Haida and islands leaders are demanding that B.C. Timber Sales quit selling two cedar-leading stands from what will likely become the Haida Gwaii Community Forest.
But stuck hard in the middle is Port Clements, where councillors warn of imminent and devastating layoffs if other wood supply can’t be found for local logging companies.
“To me, it was really clear that was the intent of all this — to try and chip out Port Clements from supporting the CHN,” said Brigid Cumming, a Port Clements councillor, adding that in her opinion, the Council of the Haida Nation has been trying for months to come up with alternatives to the disputed cutblocks near Nadu Road and Lawn Hill, and it’s the province who isn’t listening.
“The province is supposed to have our back,” Cumming said.
“This is not the way to do it.”
For nearly a year, Haida and B.C. government representatives on the Solutions Table have disagreed over plans by BCTS to auction a series of cutblocks near Nadu Road and Lawn Hill.
Both sides agree the blocks meet the legal requirements set out in the Haida Gwaii Land Use Objectives Order — regulations that protect Haida cultural values as well as ecological, wildlife, riparian, hydrological, and timber values.
However, Haida and other islands leaders say the plans are unacceptable based on broader forestry issues.
Most important, they say, is that the Nadu and Lawn Hill blocks contain large, cedar-leading stands in an easily accessible area that is expected to become part of the Haida Gwaii Community Forest. The leaders want local control over how such areas are logged, and a greater return of the benefits to islands communities.
“It’s been 11 months, and there’s been no push from the province to implement any interim solutions,” said Trevor Russ, vice-president of the Haida Nation, speaking at an all-islands meeting held at the Tluu X̱aada Naay longhouse in Old Massett last Thursday.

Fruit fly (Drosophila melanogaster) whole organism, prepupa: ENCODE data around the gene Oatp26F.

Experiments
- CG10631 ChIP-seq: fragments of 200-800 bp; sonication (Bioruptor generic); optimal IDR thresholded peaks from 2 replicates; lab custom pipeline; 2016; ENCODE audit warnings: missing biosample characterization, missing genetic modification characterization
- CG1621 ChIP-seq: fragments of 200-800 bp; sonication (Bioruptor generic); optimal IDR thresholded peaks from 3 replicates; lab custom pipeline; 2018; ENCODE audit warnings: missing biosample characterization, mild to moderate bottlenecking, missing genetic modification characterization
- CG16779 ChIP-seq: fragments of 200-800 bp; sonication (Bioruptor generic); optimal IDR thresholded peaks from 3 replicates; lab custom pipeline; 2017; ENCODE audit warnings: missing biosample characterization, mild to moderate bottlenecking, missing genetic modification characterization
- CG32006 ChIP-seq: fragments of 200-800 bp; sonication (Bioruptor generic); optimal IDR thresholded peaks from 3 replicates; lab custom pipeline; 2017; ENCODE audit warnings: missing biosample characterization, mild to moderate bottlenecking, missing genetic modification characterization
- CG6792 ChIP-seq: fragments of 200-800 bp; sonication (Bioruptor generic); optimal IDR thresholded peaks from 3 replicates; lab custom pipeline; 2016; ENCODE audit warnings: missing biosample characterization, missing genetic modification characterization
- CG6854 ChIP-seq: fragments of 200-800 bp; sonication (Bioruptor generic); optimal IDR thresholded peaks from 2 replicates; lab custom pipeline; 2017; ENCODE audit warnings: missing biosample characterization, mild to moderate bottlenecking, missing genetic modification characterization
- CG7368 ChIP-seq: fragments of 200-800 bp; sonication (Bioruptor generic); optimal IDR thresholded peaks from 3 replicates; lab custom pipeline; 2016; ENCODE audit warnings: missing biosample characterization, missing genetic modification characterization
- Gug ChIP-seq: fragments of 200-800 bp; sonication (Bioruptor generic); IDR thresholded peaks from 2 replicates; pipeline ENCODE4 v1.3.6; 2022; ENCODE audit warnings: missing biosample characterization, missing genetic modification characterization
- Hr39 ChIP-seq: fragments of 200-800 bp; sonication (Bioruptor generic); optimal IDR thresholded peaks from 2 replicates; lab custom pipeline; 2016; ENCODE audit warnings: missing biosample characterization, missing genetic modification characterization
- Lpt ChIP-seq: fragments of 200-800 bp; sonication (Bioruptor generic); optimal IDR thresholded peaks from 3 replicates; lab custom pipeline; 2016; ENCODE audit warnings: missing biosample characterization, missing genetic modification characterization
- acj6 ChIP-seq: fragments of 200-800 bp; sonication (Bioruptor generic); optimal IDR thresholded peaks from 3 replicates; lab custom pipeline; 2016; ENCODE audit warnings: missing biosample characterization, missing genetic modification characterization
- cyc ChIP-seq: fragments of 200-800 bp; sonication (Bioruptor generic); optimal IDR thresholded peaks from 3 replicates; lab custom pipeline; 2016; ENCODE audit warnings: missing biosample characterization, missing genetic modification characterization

“This is what we’ve come to — areas are being proposed to be logged in people’s backyards that could potentially be benefiting our communities.”
It is unusual for such plans to go “non-consensus” at the Solutions Table, but the Nadu/Lawn Hill dispute follows other recent disputes over logging blocks close to the New Town/Blue Jacket neighbourhood, where the Old Massett Village Council is concerned about potential flooding. The neighbourhood’s roads flooded badly during heavy rains last winter.
Although Old Massett and the CHN dispute the findings, the province approved the blocks after BCTS consulted a hydrologist who found the logging would not cause flooding problems.
According to the 2009 Kunst’aa Guu Kunst’aayah Reconciliation protocol that established the Solutions Table and Haida Gwaii Management Council co-managed by B.C. and the CHN, the province can still approve such plans over Haida Nation objections so long as they meet the land-use order. On five major issues, such as setting the annual allowable cut, decisions are bound to go through a shared process.
“That’s a higher-level issue that we’re trying to address from the Haida side of things,” Russ said.
“But in the medium-term, there’s no resolution when we’re operating in this kind of environment.”